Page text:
Framing Politics (based on science, of course)

On Neurophilosopher’s blog, I saw this, one of the winning cartoons from the 2006 Scientific Integrity Editorial Cartoon Contest, drawn by Reva Sharp from Warren, PA (btw, you have only about a month to send in your entries for the 2007 contest):

The image obviously mocks the relationship between the published peer-reviewed papers and the data they are based on, putting a negative spin on the way we all frame our scientific communication for the audience of peers, something that both Orac and I addressed previously.
But the cartoon also depicts how many participants in the debate, particularly those suspicious of the concept, frame framing. Apparently, the word ‘framing’ has a negative connotation to native speakers and seduces the reader into equating it with spin and lying, which it most definitively is not.
Of course, those who want to spin and lie are quite capable of using the findings from cognitive linguistics about framing and they can use the technique to spin and lie if it is in their interest. Perhaps, as we’ve all watched Frank Luntz and his spin fool people into voting Republican, and heard the word ‘framing’ attached to what he is doing, we are leery of the idea to begin with.
Framing is pretty truth-neutral. Being cognisant of the way people listen, hear, process and understand information, then act upon it, helps one push whatever agenda one wants. Being aware that emotions strongly influence the way people accept or not accept information presented to them, irrespectively of the real truth-value of the information, is extremely important in the business of changing minds.
Aware that their policy positions are wrong and unpallatable to the majority of Americans, the only way the GOP could keep winning elections was to spin and lie. And they used the understanding of framing to spin and lie. It worked because Democrats had no idea that presenting dry truths, or laundry lists of policy proposals, or reams of statistics, does not change minds. People are busy surviving. People are busy entertaining themselves. That half of the population that even remembers to vote (in a Presidential election, much less in midterm and local elections) makes their decisions within seconds to minutes – not based on a careful analysis of the policies, but on which slogans make then happy.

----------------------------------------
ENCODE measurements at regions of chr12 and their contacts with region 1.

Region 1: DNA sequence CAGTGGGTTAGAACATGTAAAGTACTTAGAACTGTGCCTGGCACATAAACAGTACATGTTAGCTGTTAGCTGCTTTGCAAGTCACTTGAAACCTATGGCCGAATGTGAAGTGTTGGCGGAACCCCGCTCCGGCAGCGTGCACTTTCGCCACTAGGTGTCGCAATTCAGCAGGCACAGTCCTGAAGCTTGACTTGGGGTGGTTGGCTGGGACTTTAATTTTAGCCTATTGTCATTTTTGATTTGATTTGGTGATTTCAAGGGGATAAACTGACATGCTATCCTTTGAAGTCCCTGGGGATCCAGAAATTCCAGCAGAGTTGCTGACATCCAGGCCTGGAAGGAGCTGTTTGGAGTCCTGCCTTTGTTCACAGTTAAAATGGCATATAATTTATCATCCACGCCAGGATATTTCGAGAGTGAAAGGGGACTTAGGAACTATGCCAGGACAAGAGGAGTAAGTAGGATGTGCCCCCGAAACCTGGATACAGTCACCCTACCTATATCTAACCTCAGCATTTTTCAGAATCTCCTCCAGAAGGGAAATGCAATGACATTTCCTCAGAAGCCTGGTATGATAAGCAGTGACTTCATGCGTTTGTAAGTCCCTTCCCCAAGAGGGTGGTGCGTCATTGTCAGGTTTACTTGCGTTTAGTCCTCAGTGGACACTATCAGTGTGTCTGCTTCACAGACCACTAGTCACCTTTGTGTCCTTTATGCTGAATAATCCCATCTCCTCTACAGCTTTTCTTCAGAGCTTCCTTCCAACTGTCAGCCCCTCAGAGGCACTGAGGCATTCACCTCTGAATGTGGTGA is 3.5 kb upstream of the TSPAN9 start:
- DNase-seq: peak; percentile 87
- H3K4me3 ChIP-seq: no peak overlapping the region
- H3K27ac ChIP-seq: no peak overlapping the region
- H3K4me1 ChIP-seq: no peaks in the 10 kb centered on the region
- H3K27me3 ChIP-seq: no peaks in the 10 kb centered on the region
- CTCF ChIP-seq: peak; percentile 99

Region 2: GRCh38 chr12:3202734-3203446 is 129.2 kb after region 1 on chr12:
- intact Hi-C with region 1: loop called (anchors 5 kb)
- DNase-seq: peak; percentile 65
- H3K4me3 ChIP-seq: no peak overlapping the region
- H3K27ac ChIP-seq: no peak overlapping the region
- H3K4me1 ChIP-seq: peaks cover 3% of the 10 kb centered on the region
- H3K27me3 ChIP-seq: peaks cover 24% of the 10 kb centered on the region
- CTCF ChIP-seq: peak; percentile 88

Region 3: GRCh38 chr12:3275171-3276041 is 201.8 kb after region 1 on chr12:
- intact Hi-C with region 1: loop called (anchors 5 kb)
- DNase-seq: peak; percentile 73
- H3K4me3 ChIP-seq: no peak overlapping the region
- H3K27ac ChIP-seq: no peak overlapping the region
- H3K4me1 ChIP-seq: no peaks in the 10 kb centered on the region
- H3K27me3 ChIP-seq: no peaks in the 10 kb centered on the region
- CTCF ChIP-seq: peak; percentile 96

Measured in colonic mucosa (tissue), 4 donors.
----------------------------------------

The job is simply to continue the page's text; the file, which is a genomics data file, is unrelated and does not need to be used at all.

Once they reframed the Iraq war, the Bush incompetence (Katrina) and corruption (Foley, Abramoff, DeLay…), Democrats won. Why?
Because when both sides try to frame the best they can, the side with the truth on its side has an advantage. Once the framing efforts by the two sides cancel each other out, all that remains are facts, and the truth will win.
Science deals with facts and truths. Anti-science movements, religiously or politically motivated, do not have facts on their side. So, they mastered spin, using framing techniques as a part of their toolkit. Whenever the science side framed issues well, or was lucky that their frames were already agreeable to the majority of Americans, science won. Framing by one side cancels the framing by the other side and what remains are the facts. In other areas, science lost, or is chronically losing, or is temporarily winning only by the aid of courts. Framing the issues better is a necessity.